William P. Gottlieb Collection | Library of Congress
Ahmet M. Ertegun, Duke Ellington, William P. Gottlieb, Nesuhi Ertegun and Dave Stewart at William P. Gottlieb’s home, Maryland, 1941 (by Delia Potofsky Gottlieb)
The collection consists of jazz photographs taken by writer-photographer William P. Gottlieb, from 1938 to 1948, the “Golden Age of Jazz” when swing reached its peak and modern jazz developed. While on assignment for the Washington Post, Down Beat magazine, and Record Changer, Gottlieb photographed and interviewed #jazz pioneers primarily in Washington, D.C., and New York City. A skilled craftsman, the self-taught photographer captured the personalities of jazz musicians in a sensitive, storytelling manner. The collection is an important contribution to the documentation of American culture during a time when jazz music thrived.
Gottlieb’s photographs are perhaps the most widely reproduced images of jazz musicians, such as #Louis_Armstrong, #Duke_Ellington, #Charlie_Parker, #Billie_Holiday, #Dizzy_Gillespie, #Earl_Hines, #Thelonious_Monk, #Stan_Kenton, #Ray_McKinley, #Benny_Goodman, #Coleman_Hawkins, #Ella_Fitzgerald, and #Benny_Carter.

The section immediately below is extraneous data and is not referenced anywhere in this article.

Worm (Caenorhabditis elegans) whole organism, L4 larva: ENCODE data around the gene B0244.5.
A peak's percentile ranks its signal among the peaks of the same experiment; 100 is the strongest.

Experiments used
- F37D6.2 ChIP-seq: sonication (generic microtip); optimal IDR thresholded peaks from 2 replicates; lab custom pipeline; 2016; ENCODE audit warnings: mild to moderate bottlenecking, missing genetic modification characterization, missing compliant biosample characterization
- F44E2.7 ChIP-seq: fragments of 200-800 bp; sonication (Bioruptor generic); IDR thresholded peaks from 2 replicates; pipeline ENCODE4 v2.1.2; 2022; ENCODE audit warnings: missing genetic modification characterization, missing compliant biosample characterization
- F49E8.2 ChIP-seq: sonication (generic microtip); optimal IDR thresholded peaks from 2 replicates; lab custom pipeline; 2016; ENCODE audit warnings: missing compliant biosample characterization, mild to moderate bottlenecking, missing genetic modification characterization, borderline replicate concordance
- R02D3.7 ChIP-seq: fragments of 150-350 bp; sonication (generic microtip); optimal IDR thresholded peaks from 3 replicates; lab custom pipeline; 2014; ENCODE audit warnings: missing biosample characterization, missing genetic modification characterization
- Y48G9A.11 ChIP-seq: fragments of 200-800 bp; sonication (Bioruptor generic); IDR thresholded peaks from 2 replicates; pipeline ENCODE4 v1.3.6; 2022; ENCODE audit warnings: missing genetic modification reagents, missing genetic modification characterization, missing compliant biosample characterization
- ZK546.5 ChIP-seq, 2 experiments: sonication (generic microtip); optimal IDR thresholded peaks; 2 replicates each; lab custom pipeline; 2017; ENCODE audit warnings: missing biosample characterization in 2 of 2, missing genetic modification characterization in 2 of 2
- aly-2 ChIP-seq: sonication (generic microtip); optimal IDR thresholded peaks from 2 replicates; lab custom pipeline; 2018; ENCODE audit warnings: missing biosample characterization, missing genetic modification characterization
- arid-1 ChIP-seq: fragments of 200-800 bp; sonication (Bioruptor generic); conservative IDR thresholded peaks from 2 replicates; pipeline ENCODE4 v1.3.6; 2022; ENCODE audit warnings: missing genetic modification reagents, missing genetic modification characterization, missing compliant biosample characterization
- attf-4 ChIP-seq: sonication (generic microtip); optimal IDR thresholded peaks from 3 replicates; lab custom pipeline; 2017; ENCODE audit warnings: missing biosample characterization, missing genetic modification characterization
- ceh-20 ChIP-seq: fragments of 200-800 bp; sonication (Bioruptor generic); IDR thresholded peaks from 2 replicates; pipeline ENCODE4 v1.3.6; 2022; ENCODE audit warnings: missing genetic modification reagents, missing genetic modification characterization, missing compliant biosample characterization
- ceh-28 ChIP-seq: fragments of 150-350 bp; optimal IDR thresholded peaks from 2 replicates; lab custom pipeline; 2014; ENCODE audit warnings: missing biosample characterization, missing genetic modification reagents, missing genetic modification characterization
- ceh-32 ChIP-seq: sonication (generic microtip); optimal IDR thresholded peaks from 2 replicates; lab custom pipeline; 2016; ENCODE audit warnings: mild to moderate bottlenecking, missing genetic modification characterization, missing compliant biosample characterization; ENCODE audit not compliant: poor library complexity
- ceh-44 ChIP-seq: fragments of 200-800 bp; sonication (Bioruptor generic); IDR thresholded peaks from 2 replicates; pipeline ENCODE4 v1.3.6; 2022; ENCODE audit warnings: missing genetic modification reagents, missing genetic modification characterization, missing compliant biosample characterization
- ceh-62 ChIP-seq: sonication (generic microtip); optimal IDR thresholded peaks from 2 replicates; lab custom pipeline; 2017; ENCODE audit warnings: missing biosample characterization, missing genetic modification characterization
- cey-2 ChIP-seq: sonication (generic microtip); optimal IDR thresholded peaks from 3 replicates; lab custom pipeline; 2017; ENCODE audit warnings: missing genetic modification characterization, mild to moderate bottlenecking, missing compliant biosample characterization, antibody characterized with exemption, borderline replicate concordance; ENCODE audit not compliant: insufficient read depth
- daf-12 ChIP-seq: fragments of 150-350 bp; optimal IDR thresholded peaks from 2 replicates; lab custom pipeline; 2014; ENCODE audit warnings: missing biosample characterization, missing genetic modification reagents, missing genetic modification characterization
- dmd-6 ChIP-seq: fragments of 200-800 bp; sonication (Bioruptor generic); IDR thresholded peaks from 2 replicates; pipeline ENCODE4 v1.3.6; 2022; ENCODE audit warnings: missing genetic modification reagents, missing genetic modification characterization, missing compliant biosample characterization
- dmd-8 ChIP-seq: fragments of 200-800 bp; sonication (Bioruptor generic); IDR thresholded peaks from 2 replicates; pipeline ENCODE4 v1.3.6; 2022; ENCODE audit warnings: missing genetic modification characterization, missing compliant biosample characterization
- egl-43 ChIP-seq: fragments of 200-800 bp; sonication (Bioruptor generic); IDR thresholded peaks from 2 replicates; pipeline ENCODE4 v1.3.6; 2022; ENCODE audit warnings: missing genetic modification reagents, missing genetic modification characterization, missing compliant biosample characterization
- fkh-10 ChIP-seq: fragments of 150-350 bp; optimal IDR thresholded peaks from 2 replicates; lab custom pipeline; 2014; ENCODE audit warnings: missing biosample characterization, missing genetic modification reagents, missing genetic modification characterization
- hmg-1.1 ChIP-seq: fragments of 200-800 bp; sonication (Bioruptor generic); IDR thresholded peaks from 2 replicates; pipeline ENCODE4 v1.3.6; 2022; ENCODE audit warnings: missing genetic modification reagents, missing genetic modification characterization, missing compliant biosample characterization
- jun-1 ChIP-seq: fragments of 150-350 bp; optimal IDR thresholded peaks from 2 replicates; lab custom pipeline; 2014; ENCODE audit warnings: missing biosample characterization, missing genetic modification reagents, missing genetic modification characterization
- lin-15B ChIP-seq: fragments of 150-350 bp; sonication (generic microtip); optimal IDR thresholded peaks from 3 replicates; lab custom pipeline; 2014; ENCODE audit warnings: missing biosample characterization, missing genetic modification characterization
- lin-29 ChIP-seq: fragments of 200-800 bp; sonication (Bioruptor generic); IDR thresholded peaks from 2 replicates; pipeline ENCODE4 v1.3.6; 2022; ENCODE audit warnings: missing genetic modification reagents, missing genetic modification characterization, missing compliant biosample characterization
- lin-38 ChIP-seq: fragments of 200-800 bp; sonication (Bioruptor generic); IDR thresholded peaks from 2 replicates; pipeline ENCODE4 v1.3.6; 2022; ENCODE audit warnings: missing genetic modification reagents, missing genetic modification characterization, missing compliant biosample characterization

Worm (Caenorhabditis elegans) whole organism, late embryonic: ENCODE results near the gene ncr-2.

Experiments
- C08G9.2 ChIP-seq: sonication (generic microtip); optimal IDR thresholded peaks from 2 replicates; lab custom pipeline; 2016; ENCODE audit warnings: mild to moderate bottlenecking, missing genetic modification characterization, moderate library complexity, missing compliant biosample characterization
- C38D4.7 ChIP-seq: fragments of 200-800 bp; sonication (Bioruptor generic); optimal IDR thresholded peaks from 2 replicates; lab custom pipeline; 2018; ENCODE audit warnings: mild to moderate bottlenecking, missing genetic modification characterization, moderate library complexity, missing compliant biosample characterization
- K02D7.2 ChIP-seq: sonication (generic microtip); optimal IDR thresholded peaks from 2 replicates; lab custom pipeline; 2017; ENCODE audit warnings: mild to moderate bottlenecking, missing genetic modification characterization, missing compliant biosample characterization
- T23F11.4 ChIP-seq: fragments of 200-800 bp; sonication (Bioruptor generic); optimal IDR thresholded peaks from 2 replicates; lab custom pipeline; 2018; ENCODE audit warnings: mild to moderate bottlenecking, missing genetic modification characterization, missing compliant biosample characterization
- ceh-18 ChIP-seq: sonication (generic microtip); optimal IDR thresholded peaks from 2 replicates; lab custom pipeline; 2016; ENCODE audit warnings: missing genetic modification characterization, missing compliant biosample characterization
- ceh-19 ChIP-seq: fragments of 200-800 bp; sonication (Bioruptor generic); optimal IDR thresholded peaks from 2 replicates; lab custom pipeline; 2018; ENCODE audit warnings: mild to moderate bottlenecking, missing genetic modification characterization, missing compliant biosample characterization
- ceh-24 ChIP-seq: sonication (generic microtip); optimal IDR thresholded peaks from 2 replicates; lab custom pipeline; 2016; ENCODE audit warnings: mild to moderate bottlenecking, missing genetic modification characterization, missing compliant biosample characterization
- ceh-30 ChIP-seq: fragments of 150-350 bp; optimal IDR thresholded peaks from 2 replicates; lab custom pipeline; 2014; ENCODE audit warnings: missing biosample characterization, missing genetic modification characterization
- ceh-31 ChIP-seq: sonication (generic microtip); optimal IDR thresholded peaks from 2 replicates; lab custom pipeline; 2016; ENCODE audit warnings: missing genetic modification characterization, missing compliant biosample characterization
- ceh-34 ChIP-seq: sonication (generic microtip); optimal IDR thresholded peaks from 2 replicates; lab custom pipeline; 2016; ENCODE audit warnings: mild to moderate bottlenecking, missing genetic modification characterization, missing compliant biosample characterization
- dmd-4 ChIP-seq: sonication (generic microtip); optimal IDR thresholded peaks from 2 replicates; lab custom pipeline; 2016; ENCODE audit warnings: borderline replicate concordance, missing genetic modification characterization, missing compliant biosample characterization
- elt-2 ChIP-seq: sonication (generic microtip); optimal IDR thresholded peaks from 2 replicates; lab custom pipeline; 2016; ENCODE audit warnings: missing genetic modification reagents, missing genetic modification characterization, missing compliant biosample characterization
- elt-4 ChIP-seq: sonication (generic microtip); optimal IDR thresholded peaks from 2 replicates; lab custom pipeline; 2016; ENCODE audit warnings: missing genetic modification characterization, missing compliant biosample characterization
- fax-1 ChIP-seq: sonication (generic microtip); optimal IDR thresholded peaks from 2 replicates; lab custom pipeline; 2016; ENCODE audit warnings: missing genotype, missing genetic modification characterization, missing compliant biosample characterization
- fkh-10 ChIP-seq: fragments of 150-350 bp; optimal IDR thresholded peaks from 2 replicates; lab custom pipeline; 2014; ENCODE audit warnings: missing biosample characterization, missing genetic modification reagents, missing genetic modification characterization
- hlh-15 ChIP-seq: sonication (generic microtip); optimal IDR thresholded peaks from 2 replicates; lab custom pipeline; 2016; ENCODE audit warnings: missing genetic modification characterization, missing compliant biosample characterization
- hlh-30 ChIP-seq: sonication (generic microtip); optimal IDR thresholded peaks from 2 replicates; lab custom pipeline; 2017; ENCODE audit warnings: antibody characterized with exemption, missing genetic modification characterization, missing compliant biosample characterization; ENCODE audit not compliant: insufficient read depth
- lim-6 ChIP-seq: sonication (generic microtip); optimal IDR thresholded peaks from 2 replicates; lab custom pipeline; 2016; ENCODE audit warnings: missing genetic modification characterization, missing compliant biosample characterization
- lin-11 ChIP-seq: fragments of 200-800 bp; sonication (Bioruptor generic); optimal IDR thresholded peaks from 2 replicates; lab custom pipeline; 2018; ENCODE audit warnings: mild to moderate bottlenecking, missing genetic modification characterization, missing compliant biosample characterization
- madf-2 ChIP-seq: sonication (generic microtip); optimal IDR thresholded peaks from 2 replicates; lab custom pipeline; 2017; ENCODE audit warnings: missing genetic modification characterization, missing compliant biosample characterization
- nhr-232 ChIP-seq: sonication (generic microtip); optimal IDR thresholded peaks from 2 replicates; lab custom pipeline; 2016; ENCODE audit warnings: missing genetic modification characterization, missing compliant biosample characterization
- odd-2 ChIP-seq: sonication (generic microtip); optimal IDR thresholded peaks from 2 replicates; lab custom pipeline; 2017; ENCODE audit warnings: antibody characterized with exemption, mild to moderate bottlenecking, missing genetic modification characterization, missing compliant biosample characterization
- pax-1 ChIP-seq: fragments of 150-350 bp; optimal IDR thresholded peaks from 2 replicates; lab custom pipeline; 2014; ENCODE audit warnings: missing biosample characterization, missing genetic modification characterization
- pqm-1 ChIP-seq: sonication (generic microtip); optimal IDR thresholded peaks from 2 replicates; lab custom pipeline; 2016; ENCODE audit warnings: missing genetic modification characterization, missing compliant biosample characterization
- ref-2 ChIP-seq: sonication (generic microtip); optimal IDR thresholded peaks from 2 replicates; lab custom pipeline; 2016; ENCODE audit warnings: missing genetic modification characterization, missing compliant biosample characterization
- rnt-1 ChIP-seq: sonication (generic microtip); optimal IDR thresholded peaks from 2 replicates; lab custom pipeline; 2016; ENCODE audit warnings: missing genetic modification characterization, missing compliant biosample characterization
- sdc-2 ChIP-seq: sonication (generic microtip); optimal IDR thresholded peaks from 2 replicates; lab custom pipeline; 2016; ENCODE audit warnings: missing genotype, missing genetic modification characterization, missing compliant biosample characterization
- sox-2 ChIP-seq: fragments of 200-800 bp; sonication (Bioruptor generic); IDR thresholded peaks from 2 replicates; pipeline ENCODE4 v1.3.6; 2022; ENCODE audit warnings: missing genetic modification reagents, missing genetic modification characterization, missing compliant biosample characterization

The online collection provides access to digital images of all sixteen hundred negatives and transparencies, approximately one hundred annotated contact prints, and over two hundred selected photographic prints that show Gottlieb’s cropping, burning, and dodging preferences. One can follow the artist’s work process by examining first a raw negative, then an annotated contact print, and finally a finished, published product.